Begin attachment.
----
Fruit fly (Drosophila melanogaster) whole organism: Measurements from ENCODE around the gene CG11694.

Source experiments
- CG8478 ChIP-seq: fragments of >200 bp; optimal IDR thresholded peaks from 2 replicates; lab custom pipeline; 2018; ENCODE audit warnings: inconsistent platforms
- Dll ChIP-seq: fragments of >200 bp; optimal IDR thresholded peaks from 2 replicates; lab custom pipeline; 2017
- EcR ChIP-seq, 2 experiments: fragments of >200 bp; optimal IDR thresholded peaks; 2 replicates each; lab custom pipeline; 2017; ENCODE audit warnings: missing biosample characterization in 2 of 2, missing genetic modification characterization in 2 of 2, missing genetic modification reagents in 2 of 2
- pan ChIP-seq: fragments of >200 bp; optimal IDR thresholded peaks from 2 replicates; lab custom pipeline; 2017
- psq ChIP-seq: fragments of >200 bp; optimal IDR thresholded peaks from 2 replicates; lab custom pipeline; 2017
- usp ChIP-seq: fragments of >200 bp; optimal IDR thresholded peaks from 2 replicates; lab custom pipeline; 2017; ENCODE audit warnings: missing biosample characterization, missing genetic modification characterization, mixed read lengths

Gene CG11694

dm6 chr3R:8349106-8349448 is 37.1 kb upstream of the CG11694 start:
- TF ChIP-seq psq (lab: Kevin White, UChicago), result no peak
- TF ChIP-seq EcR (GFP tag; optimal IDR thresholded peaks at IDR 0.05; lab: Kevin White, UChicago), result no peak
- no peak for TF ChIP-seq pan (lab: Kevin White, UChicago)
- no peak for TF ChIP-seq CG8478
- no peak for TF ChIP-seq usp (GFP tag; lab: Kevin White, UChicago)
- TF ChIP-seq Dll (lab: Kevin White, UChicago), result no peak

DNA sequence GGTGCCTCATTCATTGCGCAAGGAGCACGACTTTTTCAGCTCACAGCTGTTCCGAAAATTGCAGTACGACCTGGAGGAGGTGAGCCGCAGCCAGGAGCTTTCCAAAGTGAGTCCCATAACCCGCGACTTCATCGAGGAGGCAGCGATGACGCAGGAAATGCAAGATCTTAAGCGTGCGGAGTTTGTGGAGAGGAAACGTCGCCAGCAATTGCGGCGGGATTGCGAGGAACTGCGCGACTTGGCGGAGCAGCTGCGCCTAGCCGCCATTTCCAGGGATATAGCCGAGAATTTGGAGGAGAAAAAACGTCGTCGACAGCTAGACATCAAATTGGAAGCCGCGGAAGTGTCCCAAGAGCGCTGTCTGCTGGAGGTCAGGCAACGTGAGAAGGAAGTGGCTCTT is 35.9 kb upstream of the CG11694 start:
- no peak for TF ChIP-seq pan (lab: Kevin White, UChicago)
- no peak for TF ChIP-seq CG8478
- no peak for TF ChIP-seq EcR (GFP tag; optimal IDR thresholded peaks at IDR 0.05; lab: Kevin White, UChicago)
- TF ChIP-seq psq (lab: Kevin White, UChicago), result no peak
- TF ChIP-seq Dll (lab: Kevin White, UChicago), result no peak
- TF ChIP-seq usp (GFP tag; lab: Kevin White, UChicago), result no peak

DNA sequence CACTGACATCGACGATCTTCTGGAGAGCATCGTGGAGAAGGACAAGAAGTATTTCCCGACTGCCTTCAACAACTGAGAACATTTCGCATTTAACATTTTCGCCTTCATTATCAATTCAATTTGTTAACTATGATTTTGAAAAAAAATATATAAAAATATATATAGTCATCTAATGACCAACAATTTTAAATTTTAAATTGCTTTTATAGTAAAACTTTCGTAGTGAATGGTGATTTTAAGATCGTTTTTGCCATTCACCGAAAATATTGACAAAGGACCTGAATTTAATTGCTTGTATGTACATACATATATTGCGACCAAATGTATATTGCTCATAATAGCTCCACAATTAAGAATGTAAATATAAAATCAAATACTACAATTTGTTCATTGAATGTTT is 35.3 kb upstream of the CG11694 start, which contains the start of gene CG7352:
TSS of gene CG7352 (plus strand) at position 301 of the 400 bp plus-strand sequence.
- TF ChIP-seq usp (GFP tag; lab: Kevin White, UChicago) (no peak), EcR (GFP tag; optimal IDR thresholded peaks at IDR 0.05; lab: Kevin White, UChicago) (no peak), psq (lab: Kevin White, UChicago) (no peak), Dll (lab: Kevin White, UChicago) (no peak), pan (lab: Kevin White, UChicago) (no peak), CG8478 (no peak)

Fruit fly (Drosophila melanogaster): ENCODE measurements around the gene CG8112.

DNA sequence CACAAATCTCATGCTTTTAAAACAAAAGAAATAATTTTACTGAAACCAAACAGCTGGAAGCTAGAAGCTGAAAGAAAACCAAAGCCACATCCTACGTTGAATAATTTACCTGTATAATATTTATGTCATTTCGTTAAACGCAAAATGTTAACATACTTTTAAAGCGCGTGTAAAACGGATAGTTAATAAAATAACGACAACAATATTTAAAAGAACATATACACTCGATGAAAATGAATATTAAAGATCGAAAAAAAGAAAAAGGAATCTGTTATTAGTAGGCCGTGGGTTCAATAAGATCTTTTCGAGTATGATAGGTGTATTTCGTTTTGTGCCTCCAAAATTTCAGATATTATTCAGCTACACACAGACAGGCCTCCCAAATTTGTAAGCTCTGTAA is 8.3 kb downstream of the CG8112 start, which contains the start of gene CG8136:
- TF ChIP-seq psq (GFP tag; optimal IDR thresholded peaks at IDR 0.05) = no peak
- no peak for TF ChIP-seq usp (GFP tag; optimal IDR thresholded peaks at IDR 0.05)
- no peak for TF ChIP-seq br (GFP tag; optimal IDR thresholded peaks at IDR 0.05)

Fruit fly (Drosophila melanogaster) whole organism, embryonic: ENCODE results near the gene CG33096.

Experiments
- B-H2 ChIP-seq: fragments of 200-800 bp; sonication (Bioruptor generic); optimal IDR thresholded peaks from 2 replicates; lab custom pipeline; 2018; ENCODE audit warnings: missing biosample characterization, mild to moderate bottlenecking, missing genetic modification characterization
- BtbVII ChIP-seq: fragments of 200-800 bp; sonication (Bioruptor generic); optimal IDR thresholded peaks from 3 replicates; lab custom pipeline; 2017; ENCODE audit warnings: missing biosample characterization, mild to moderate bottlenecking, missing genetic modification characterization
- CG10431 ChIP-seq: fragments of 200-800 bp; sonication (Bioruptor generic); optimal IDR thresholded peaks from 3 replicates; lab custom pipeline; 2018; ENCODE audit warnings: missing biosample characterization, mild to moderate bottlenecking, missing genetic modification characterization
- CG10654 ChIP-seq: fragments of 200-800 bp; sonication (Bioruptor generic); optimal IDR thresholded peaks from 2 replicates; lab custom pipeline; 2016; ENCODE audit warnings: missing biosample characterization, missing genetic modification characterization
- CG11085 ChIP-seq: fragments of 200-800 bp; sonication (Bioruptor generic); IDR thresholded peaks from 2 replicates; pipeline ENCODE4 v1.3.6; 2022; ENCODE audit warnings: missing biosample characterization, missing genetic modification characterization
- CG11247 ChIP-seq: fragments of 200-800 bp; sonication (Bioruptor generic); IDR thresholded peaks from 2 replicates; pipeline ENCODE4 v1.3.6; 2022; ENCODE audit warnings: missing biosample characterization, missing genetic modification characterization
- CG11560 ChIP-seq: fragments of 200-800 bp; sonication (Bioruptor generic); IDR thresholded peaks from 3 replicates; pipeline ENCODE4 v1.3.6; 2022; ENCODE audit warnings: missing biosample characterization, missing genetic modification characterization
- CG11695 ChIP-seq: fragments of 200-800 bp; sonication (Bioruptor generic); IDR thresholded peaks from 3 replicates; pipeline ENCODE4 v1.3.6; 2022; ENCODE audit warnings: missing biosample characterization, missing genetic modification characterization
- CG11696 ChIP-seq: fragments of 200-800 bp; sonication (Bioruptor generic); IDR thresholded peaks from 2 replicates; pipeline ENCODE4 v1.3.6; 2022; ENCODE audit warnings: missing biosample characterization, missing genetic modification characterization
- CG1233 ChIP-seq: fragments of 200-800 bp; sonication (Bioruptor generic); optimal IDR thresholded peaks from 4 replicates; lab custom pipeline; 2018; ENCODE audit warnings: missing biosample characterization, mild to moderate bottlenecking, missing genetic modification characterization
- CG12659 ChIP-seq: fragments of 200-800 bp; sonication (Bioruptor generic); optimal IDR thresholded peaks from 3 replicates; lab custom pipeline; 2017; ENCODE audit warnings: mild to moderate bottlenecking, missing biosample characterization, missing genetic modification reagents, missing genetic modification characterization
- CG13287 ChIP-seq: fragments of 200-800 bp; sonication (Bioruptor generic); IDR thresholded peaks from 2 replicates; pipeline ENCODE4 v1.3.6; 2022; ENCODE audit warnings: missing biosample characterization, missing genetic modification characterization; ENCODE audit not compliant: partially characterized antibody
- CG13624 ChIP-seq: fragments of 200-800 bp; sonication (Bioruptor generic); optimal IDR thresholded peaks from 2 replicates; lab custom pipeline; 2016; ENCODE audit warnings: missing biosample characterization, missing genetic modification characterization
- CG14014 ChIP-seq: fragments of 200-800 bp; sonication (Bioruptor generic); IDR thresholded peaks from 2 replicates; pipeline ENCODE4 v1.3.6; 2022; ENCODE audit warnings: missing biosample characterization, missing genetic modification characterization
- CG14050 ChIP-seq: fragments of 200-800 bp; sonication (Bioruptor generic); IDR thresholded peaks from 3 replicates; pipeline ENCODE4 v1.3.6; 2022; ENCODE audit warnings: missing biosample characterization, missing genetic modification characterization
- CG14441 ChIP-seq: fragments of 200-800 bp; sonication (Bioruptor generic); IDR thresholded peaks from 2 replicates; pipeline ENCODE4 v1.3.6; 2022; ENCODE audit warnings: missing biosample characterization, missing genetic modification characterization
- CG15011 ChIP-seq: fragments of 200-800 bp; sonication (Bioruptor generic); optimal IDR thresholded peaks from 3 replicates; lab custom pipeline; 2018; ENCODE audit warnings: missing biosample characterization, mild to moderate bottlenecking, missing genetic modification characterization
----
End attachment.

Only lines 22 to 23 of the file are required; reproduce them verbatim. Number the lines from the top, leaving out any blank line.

- TF ChIP-seq Dll (lab: Kevin White, UChicago), result no peak
- TF ChIP-seq usp (GFP tag; lab: Kevin White, UChicago), result no peak